SERIAL CASTING: I am a big fan of serial casting. As a therapist, I prefer non-invasive procedures to address decreased range of motion (ROM). The Ponsetti Method is very popular. The basic idea behind the casting is to stretch the foot to just about its end range and then hold it still in a cast to maintain a constant stretch. The cast is removed after a set amount of time and the foot is stretched again and re-casted. This procedure is repeated and the patient is fitted with a series of casts that gradually bring the foot to a neutral position and correct the clubbing. We tried serial casting a couple of years ago to help get Eva’s heels “down” and in less of a ballerina position. By the second progressive set of casts, Eva’s feet began to slide up and she started forming pressure sores. This treatment is popular and a great non-invasive alternative to surgery. However, this treatment didn’t work for Eva.
ORTHOTICS: For the last year now the girls have been receiving orthotic care from Hanger Orthotics. Their orthotist, whom the girls adore, collaborates with us and the girls’ physical therapists in order to best manage the girls’ orthotic needs. Both girls wear ankle-foot orthotics (AFOs) just about 24 hours a day. These orthotics help the girls to maintain a good foot position and also provide the stability the girls needs in order to do transfers, stand, and walk. The orthotics have hinges at the ankle so that at night the girls can apply a little extra stretch to their feet. The process of casting, measuring, choosing the best splint base model, and making adjustments is so much work! Our therapists are great to take the extra time to communicate with our orthotist, and our orthotist fine tunes and adjusts the AFOs until they are the best fit possible for static and dynamic uses.
PODIATRY CARE: Due to the girls needing to wear socks and AFOs on their feet for so many hours, we had a consultation with a podiatrist in order to get instructions for the best way to maintain foot health. We learned how to best trim toe nails and how to keep a healthy foot/sock environment to decrease the chances of bacterial or fungal growth. Yuck, I know, but helpful. The best tip was such a cheap option: dust the girls’ socks with corn starch to keep them dry. A dry environment doesn’t facilitate the growth of gross stuff.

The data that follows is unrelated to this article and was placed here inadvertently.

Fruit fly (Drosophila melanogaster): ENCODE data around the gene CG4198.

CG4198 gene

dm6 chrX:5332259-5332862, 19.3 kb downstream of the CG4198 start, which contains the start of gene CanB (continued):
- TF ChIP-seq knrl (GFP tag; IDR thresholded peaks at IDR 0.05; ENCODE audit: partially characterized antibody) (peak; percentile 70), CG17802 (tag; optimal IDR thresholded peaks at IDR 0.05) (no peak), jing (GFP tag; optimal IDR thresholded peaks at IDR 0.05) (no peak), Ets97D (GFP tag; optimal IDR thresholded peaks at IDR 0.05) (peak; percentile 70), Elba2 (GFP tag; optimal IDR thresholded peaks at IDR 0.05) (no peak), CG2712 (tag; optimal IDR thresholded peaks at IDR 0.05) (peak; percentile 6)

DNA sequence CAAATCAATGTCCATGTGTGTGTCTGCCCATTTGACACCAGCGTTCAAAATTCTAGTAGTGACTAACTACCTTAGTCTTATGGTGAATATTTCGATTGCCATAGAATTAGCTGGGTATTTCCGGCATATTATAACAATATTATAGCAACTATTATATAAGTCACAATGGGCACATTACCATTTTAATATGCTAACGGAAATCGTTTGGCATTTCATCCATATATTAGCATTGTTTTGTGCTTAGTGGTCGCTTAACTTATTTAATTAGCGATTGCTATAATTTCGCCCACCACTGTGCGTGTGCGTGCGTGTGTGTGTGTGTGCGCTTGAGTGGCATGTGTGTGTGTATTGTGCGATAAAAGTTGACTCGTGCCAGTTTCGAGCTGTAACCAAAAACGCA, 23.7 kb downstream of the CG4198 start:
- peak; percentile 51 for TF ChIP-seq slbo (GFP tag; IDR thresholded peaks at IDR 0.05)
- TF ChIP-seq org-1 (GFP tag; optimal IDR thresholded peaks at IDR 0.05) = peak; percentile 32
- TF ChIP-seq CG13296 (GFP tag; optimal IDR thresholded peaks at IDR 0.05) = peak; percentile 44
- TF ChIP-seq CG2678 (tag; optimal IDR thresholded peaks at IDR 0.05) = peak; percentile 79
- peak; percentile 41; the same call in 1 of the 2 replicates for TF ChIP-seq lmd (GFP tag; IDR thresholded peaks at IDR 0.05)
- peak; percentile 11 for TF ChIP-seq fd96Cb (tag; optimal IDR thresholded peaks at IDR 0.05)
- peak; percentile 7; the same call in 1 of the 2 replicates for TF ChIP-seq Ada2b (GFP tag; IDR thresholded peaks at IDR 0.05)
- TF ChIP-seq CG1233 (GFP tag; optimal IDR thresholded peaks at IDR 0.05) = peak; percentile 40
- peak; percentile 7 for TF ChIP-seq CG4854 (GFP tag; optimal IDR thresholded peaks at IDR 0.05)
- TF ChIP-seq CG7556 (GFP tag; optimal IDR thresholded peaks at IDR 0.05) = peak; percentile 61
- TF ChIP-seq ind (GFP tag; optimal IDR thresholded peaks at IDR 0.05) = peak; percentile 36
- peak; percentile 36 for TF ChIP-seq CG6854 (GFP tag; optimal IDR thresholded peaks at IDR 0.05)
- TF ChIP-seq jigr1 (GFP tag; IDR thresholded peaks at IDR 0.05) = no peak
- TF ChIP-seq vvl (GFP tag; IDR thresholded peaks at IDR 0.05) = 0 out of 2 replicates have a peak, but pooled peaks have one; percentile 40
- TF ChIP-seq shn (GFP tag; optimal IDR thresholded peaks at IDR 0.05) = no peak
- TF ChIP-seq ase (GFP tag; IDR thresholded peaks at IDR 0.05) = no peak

DIET: No one likes the idea of a diet, but when your diet is just how you eat 100% of the time, it’s more like a lifestyle. Our food lifestyle is primarily aimed at decreasing inflammation, specifically bursitis, and to encourage healthy muscle mass growth. We eat a high healthy fats, extremely low cab, high fiber, and high protein diet. There are a million websites with suggestions on what you should eat, when you should eat, how much you should eat, and for what reason. This is simply the diet that works best for our family’s needs. It’s certainly not travel or holiday friendly, but the benefits outweigh the challenges.
SUPPLEMENTS: Vitamins and supplements can really get out of control. You could take a million and they can be pricey. We try to keep it pretty simple. Each night the girls take a chewable multivitamin (ideally sugar free and no food coloring), two omega-3 fatty acid gel tabs (ideally from wild-caught fish), and a vitamin D gel tab (we only buy Carlson brand). They also take an epsom salt (Magnesium Sulfate) bath about once a week. The vitamins and supplements are to ensure that if something is missed in the girls’ diet that they’re at least getting the daily value of what they need and also to promote their best whole body health.